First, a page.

On January 18, users of the popular social app noticed the program no longer functioned. As users began contacting their mobile service providers, they all began receiving the same response: The Ministry of Telecom had issued an order blocking the program.
In an odd twist, however, the government of Lebanon currently denies any such order exists. That hasn’t stopped Lebanese LGBTQ-rights activists from denouncing the move as an infraction on a right to free speech.
“This ban is a new attack on the freedoms in Lebanon,” Beiruit Pride, one of the nation’s major queer-rights activism groups said in a Facebook statement, “and intends to shrink national cyber access on the grounds of our personal and intimate relationships.”
“Banning an application on the public, shared network insinuates that the common space refuses to be a space for all. It confines people to the private network (home, cafés and work), thus pushing back Grindr, its users, and the representations of sexual orientation and gender identity back in the closet, behind closed doors.”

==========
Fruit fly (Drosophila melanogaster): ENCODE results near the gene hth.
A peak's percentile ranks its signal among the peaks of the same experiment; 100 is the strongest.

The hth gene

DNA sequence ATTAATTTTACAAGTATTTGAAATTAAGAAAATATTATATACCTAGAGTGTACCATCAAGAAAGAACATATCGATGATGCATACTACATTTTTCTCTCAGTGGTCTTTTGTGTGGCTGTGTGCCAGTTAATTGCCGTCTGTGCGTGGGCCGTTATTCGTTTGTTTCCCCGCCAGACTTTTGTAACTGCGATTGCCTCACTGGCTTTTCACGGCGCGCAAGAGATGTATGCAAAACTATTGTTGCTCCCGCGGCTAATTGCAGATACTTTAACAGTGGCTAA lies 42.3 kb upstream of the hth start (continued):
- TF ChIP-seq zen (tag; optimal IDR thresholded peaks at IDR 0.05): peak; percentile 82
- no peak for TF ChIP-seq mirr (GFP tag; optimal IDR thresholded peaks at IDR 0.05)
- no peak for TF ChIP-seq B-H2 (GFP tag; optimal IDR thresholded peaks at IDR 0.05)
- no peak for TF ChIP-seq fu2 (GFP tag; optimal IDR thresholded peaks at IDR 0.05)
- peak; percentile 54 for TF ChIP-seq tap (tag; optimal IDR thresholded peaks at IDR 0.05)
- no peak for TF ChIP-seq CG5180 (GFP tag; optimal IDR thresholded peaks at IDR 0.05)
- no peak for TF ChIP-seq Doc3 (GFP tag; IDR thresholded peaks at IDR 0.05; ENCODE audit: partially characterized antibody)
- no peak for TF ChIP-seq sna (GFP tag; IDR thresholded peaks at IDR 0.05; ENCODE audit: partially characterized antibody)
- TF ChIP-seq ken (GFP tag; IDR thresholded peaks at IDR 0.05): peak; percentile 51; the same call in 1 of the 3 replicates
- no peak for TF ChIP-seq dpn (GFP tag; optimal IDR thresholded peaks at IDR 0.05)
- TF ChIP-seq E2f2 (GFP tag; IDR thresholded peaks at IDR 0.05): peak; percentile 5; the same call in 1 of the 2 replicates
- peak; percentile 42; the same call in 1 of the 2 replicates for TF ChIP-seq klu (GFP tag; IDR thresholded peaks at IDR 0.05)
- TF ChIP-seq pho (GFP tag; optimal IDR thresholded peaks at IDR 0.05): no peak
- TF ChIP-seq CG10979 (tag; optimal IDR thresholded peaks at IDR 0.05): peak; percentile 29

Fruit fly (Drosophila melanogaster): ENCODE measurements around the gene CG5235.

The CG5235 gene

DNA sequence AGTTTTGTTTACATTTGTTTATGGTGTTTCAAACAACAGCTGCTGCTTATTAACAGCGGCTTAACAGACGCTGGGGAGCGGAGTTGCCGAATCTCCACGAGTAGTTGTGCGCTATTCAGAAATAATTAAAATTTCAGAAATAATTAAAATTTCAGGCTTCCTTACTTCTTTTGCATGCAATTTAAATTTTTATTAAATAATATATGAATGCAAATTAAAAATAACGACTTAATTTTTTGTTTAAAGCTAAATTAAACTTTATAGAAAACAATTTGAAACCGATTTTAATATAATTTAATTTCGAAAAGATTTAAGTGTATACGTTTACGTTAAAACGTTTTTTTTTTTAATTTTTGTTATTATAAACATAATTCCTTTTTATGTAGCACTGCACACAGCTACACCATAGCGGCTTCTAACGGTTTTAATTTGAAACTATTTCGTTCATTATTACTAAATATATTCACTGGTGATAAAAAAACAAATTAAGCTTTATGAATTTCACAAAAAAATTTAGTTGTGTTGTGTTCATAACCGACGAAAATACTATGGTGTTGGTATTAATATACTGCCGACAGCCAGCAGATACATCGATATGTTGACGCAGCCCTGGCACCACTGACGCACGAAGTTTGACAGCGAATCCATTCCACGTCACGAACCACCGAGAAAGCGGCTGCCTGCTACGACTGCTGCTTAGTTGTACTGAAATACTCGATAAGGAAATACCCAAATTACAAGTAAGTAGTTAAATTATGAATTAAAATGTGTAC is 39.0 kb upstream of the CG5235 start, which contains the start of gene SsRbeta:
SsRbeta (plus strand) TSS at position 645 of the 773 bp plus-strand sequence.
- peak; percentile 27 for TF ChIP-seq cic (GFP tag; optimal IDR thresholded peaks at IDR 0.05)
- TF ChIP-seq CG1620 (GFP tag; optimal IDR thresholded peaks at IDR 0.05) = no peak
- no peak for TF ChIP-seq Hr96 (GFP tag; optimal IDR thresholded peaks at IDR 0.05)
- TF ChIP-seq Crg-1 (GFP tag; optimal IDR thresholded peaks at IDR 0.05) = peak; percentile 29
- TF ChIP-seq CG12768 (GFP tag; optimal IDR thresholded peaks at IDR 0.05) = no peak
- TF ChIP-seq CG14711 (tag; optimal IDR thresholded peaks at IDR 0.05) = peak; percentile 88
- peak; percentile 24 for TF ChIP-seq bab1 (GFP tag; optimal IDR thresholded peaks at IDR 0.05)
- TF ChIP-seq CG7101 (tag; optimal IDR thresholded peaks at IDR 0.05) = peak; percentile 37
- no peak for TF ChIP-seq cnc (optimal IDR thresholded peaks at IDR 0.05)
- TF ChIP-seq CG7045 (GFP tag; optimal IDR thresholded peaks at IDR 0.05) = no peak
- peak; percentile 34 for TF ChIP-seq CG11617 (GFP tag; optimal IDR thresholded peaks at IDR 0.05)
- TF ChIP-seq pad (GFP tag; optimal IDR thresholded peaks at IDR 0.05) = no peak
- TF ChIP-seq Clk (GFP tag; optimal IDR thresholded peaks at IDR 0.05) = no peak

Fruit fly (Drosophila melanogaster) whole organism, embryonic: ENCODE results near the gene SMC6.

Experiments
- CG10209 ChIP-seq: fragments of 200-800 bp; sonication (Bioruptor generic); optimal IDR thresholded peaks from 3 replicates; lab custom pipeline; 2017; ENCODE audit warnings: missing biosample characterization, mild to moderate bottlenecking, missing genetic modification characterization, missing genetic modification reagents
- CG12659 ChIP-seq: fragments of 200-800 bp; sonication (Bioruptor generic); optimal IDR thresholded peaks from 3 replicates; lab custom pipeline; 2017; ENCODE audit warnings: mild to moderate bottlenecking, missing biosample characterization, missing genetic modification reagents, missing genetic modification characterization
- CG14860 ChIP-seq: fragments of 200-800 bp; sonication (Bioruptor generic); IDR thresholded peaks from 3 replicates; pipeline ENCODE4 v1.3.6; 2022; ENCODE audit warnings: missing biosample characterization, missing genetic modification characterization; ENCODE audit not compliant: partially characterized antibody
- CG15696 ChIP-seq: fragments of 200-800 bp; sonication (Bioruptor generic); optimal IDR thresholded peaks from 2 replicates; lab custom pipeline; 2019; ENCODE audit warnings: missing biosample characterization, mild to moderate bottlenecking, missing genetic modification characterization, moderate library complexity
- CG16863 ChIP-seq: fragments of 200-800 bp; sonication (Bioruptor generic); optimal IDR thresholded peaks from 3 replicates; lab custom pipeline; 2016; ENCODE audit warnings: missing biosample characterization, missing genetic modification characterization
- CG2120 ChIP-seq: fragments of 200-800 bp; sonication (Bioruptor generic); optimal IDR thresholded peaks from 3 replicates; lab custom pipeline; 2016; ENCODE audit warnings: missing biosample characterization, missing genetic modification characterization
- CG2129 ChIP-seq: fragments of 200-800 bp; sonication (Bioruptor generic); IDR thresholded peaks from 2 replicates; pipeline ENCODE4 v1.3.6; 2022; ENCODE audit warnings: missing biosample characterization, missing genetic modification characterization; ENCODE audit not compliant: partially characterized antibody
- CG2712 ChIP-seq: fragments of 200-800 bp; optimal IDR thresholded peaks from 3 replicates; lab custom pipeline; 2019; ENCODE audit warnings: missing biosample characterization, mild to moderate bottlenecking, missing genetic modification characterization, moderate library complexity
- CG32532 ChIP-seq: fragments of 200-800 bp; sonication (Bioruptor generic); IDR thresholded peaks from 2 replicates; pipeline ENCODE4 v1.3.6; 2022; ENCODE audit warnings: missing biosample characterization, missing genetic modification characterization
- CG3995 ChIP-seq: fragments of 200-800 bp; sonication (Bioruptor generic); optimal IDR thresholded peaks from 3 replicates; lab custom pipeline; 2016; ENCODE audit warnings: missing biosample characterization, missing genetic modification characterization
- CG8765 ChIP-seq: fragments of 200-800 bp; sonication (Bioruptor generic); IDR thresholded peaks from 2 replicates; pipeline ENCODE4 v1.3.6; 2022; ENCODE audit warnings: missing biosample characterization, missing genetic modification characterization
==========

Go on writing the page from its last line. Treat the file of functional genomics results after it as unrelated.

Lebanese activists have struggled to make inroads in the Arab nation, where public opinion widely holds that homosexuality is evil. Nevertheless, groups like Beiruit Pride have called for greater acceptance of queer people, as has the Lebanese Psychiatric Society, which has denounced anti-gay laws and conversion therapy. In 2018, a planned Pride Parade was canceled under threat by Islamic extremists, and the government arrested the head of Beiruit Pride for immoral behavior.
UPDATE 1:16pm PST: Grindr has released a statement regarding the outage:
“Last week Grindr users in Lebanon were unable to access their accounts. While we have confirmed it was not a technical problem on our end, we do not have further information on what caused the issue and are continuing to investigate. We can confirm that users are now able to successfully login to their accounts.”